Presumably, Sherman wrote, directors did not want the body to go to a competing funeral home capable of storing the body until the widow returned to Connecticut to give burial instructions.

    The suit cites state statute 45a-318, which outlines a chain of custody for deceased people and specifies that only the custodian has the right to make decision as to its disposal. The statute dictates that spouses have automatic custody unless they have abandoned their marriage, in which case living children assume the legal rights followed by surviving parents.

    “The funeral home tried to leap frog over the statute in order to close a quick cremation sale,” Sherman said.

    According to the suit, Helen Hyland is seeking in excess of $15,000 in damages. A judge recently denied the defense’s motion to dismiss the case, and it is scheduled to go to trial in early April in Stamford Superior Court.

    The suit also states that Maloney Funeral Home was in violation of Connecticut’s Unfair . . .

    Trade Practices Act, which allows for plaintiffs to collect up to three times the amount of damages awarded by a jury that finds in their favor.

    In an interview, Sherman declined to specify the amount of damages his client would probably receive if the suit were decided in her favor, saying it was for a jury to decide.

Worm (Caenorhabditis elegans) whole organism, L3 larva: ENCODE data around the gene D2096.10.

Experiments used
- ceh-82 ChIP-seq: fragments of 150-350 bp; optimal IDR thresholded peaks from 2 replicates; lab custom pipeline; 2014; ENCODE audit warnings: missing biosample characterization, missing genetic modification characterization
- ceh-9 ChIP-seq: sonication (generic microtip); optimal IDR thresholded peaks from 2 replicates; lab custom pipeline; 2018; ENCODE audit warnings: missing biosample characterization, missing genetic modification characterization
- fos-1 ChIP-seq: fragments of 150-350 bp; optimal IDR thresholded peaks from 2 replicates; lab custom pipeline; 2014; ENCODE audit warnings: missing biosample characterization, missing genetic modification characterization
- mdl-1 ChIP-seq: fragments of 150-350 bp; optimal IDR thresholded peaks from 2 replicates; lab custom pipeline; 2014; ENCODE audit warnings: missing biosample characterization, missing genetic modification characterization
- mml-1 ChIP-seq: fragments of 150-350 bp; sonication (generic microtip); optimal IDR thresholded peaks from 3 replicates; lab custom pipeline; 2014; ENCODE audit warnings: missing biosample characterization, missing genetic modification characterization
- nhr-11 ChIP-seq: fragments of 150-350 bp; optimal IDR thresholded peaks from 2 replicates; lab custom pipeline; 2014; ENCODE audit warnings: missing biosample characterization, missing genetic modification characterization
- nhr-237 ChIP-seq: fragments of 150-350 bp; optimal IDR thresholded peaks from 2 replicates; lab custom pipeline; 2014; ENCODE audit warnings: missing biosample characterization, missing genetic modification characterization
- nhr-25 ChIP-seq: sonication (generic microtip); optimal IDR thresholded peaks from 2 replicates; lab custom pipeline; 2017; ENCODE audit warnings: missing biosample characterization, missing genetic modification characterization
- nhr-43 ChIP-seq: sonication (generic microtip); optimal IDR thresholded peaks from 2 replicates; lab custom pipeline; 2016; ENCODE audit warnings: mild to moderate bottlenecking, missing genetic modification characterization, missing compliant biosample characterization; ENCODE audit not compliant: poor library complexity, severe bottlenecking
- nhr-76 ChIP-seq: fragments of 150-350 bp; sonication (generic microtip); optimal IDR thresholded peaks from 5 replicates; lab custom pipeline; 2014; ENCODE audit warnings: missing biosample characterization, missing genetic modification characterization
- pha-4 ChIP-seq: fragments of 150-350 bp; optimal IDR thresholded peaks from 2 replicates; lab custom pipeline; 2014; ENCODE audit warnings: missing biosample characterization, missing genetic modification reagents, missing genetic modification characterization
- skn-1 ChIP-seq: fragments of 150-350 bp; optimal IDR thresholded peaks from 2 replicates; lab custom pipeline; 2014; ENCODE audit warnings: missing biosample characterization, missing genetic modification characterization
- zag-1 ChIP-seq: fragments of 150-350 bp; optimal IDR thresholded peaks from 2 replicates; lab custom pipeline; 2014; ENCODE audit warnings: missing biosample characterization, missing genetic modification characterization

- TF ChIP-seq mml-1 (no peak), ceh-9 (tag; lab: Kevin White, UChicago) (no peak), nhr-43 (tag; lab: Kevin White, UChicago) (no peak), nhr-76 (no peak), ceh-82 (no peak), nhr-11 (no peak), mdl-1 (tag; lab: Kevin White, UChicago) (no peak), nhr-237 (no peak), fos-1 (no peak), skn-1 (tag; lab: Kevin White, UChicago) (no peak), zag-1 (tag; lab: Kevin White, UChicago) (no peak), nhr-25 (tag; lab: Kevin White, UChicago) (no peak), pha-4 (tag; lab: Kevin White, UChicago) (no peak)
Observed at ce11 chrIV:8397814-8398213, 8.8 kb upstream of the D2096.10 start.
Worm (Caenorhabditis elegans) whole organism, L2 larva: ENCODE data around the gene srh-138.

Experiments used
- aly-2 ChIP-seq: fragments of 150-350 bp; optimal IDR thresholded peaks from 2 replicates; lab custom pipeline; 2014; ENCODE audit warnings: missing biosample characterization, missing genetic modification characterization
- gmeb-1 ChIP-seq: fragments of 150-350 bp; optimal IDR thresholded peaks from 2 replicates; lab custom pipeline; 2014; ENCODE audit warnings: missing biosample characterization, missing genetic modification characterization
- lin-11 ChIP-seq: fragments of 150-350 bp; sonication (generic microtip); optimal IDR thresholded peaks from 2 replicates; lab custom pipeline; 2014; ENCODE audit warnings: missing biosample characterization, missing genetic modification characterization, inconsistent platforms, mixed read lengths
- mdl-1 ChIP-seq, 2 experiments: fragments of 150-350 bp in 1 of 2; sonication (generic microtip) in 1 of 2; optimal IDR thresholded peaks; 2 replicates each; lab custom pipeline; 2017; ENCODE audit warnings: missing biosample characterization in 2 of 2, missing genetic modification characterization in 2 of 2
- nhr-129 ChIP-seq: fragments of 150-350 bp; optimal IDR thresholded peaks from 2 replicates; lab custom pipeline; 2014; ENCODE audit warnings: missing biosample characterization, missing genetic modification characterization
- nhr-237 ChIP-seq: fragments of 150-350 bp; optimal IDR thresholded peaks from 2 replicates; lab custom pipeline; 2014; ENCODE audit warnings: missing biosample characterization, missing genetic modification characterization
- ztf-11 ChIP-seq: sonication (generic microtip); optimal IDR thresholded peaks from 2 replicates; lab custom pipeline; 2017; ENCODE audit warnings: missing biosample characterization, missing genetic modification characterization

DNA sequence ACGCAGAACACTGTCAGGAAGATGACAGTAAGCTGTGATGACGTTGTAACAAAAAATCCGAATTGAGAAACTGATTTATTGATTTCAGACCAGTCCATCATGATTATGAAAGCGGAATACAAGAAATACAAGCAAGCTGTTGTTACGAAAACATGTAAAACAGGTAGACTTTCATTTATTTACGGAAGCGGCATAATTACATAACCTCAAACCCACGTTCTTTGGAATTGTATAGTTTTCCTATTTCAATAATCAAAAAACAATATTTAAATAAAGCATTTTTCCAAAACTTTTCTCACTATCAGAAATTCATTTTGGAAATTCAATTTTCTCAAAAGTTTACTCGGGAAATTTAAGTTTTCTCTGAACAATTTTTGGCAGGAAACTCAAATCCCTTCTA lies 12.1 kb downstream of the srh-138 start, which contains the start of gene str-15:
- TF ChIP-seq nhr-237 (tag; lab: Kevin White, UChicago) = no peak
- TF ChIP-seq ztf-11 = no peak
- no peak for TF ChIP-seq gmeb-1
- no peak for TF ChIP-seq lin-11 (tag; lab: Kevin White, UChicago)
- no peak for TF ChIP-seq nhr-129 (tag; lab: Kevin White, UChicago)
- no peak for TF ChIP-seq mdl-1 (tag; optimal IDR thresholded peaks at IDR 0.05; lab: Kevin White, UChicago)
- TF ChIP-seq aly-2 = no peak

However, because he had invoked CUTPA legislation, the funeral home’s “exposure,” meaning the amount of money a plaintiff is likely to receive, would be “very great,” he said.

    Hamilton declined to comment for this story when contacted by phone Tuesday.

    As a licensed funeral director, the suit claims, Hamilton should have been aware of Connecticut statutes governing the custody and disposition of remains and obligating him to contact his client.

    “In total defiance of Connecticut law, the Defendant never inquired about the decedent’s wishes, never sought meaningful contact with the decedent’s surviving spouse … never broached the possibility of transferring the account to a funeral home that could actually provide cold storage, and never sought guidance from the Probate Court as to which family member ought to granted disposition rights,” Sherman wrote in the suit.